By Seth Rudetsky
30 Apr 2012
I'm back in NYC after a whirlwind tour of Cleveland. And by "tour," I mean one performance at PlayhouseSquare. Next up is Chicago and then Wilmington with Andrea Martin's hilarious show (tickets here). This week, I had a jam-packed "Seth Speaks" at SiriusXM and it was delish. First I had Andre De Shields as a guest, and I told him that I was obsessed with Ain't Misbehavin' when I was a kid. He talked about when it first opened in Manhattan Theatre Club's 1970s location, which was all the way on the East Side. He didn't know if it was going to be a big hit or just play out its initial run, until one performance when he noticed someone in the audience. He told us her name with a five second pause between each segment: "In the audience was…Jacqueline… Bouvier….Kennedy…Onassis." That was the first clue that they were going to be a mega-hit, then he noticed big-time Broadway producer Gerry Schoenfeld and then Manny Azenberg. It finally transferred to Broadway, where this little five-person show won the Tony Award for Best Musical! And it won over giant shows like On the Twentieth Century. What a coup! I did a deconstruction of some of my fave moments. Within the video I recreate a clear memory I have of being in sixth grade and loving Nell Carter's voice and trying to get somebody, anybody in my small Long Island neighborhood on board with me. This was before the internet, so there was no way to find other people who loved things like amazing placement in the mask and straight tone to vibrato. I was therefore consigned to forcing my friends to listen to various songs and hoping they'd connect. One afternoon in sixth grade, I called my friend Michael Smith, put the phone receiver next to the record player speaker and played him the end of "Cash For Your Trash." After it played, I started yelling into the phone, "She just belted an E! She just belted an E!" The silence I heard on the other end conveyed, "I don't know what belting is, I don't know what an 'E' is, I'm 11, what's happening!?"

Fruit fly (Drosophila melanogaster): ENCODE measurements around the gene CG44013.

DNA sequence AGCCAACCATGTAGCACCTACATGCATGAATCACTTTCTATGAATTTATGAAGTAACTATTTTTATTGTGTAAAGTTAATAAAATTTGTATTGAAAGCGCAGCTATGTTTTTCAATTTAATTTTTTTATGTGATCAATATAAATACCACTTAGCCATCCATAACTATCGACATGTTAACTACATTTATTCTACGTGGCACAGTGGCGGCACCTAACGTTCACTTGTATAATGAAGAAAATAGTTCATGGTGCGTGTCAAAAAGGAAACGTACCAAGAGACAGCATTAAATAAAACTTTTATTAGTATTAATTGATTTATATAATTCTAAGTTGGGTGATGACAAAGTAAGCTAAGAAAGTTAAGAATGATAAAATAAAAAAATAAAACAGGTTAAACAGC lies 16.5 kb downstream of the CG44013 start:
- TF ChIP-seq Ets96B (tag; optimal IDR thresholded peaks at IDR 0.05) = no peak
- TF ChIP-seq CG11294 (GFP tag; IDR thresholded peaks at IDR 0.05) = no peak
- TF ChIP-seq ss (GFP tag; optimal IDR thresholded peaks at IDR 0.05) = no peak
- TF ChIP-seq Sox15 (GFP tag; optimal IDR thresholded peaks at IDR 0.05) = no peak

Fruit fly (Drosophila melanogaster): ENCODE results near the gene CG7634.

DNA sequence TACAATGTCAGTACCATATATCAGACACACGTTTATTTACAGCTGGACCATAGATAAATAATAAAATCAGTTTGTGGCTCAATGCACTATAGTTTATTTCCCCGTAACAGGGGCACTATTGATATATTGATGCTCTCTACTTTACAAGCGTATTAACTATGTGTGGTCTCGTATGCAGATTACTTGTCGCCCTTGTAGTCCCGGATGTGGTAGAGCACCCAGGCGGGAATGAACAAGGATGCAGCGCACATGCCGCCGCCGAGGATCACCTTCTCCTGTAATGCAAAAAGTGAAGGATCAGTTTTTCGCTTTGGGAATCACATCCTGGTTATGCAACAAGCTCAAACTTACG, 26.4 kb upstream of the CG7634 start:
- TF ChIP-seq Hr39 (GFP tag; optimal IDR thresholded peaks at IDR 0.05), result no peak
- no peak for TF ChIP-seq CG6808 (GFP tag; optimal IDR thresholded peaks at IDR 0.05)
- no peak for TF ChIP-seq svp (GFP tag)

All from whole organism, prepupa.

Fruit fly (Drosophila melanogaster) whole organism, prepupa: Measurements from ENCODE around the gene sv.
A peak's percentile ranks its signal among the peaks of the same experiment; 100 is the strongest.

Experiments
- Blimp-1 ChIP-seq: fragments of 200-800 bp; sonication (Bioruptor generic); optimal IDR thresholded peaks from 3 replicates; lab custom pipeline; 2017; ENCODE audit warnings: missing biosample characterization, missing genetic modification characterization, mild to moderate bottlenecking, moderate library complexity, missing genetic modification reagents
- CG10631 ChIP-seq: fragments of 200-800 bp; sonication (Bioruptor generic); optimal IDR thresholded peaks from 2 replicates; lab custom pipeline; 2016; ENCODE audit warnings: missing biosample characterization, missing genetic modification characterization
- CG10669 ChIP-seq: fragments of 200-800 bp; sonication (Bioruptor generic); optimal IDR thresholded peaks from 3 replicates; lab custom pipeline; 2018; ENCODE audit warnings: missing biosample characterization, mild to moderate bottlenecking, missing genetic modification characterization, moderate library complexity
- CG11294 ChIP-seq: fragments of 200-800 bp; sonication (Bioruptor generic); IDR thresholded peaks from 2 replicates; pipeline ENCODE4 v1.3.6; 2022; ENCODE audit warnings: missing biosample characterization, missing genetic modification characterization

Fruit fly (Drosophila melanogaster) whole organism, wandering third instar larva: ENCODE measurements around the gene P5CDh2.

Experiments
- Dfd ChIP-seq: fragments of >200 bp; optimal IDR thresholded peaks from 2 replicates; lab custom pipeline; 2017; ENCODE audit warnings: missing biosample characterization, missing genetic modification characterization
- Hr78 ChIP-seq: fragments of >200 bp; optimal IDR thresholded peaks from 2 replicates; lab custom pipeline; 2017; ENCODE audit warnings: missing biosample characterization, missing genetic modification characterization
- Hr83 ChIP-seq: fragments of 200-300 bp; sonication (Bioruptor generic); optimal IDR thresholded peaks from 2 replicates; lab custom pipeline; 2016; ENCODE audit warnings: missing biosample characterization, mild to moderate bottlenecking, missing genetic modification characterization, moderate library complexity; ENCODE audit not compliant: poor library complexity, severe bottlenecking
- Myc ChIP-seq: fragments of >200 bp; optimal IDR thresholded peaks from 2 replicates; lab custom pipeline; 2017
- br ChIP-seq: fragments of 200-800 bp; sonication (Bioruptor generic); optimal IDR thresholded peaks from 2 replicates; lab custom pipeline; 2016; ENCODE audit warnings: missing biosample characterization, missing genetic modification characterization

Andre's first big break was in The Wiz and before it opened they kept asking him to audition for either the Lion, the Scarecrow or the Tin Man, but he told them he only wanted to play the Wizard. He got the gig and had an amazing entrance where he walked down a giant staircase in crazy, enormous heels. He learned how to do it without falling down because the director Geoffrey Holder gave him specific instructions that involved rolling your foot forward to feel the edge of the step. Who did Geoffrey learn it from? The glamorous Lena Horne! And so it is passed down.
I also had the lovely Megan Hilty on my radio show and she revealed that she got "Smash" after one audition! She wasn't even going to go in because the description of the role specifically stated that Ivy is an amazing dancer and Megan simply "moves well" as we say in the euphemism business. But her agent convinced her to go and she did her audition on tape. Usually, after an initial TV audition, you're called in at least one more time and then one final time for the network executives. Instead, Megan got a phone call asking her how tall she was. She wanted to know why and her agent told her it's because Steven Spielberg likes to know how tall someone is when he's watching their tape. Megan told her agent her height and then drank coffee at Starbucks while obsessively thinking "Steven Spielberg is watching me right now." This was the beginning of pilot season and Megan was prepared to deal with tons of headachey auditions as well as the call backs and rejections and instead she was told by her agent not to try out for any more shows because she was going to get Smash. I reiterate: after one audition!
At my show, she sang a song from Gentlemen Prefer Blondes, which she's about to do at Encores!, and she sounded great! She also sounds great on my audio book (it just came out last week). Here's the link to the audio book.Continued...